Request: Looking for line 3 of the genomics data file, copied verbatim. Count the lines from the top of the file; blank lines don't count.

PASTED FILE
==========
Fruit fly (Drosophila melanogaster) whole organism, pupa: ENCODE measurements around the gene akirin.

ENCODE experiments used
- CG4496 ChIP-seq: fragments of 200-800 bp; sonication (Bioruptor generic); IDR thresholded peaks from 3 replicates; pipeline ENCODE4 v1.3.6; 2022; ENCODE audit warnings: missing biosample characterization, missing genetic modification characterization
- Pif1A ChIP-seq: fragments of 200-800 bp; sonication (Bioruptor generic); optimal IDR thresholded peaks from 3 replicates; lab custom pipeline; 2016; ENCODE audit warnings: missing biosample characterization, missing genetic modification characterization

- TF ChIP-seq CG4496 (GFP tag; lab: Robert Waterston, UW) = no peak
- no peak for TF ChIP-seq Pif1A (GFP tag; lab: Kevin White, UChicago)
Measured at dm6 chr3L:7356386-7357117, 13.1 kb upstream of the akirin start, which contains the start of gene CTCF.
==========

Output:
- CG4496 ChIP-seq: fragments of 200-800 bp; sonication (Bioruptor generic); IDR thresholded peaks from 3 replicates; pipeline ENCODE4 v1.3.6; 2022; ENCODE audit warnings: missing biosample characterization, missing genetic modification characterization